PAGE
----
The title itself claims the Apostles did not know about Jesus’ virgin birth, which is clearly false. Matthew was an Apostle, and he wrote about the virgin birth. For example, in Matthew 1:18, “This is how the birth of Jesus the Messiah came about: His mother Mary was pledged to be married to Joseph, but before they came together, she was found to be pregnant through the Holy Spirit.” Here is an obvious example of an Apostle writing about the virgin birth.
The above statement by Hagenston must be implying that since the ‘other’ Gospel accounts did not mention the virgin birth, it must not be true. This is a fallacy known as an Argument from Silence. Simply put, Hagenston draws a conclusion that that the virgin birth is false, because the other Gospel writers were silent on the matter. But we all know, we can’t claim something is false just because someone did not say it was true.
It should be obvious, even if all the canonical gospels, (Matthew, Mark, Luke, and John), did mention the virgin birth, then Hagenston would ask why was the virgin birth not mentioned in the whole of the New Testament, from Acts to Revelation.
What someone mentions in a letter will depend on the purpose of their letter. What was the purpose of the Gospel writers? Was it to outline and detail the linage, birth, and childhood of Jesus? Hardly. Mark and John don’t even mention Jesus’ birth, because it was not their intent to describe that event.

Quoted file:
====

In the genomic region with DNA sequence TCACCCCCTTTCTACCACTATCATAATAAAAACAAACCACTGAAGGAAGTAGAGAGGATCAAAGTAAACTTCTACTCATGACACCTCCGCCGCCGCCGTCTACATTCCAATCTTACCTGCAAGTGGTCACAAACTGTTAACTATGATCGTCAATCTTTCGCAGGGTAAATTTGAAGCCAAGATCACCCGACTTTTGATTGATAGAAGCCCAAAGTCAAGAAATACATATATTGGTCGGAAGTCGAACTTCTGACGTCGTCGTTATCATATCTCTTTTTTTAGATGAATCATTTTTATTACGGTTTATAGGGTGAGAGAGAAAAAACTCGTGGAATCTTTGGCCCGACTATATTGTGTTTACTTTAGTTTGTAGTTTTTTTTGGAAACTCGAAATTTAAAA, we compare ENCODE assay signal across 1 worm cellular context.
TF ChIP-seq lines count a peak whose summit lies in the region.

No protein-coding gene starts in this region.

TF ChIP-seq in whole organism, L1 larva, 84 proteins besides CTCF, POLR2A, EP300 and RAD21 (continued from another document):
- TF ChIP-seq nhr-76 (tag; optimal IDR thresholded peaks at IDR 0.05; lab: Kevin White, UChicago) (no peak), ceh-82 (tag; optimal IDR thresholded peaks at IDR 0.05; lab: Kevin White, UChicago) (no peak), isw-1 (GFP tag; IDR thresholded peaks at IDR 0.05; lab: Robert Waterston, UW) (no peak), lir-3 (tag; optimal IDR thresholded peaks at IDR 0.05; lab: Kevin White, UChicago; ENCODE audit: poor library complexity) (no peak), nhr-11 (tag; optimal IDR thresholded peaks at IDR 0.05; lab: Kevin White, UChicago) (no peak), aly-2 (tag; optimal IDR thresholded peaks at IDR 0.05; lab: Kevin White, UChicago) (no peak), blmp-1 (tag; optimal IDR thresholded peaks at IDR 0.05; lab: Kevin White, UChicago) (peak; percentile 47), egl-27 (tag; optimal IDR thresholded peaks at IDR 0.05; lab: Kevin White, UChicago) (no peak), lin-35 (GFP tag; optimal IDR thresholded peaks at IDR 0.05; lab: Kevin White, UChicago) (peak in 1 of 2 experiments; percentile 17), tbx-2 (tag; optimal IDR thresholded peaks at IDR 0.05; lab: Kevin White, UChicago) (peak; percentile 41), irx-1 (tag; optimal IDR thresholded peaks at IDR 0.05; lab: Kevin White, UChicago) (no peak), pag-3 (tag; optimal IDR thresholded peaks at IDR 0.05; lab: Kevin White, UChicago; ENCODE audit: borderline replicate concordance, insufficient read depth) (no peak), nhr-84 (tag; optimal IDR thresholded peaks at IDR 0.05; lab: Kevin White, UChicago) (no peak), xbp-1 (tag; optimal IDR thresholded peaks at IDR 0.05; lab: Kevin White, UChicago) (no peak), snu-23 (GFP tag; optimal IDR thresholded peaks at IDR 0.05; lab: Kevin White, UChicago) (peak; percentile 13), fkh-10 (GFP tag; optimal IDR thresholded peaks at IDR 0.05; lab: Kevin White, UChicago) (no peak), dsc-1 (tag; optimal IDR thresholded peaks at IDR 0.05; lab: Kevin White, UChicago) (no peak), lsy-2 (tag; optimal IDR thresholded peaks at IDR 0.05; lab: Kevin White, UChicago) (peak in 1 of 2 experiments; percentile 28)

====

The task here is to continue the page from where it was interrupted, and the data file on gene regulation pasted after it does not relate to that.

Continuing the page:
So today, I went through my Bible, looking at the themes and purposes of each book in the New Testament. That is, the ones after the canonical gospels, (Matthew, Mark, Luke, and John). Starting with Acts, I will list them below with a brief purpose.
Acts: To present a history and give a defense of Christianity.
Romans: To prepare for Paul’s coming to Rome and to present the basic system of salvation.
1 Corinthians: To instruct the church, correct the church, and restore the church in Corinth.
2 Corinthians: Express Paul’s joy at the church listening to his corrections, explain his troubles, why he changed his plans, and the sufferings and joys a Christian can expect.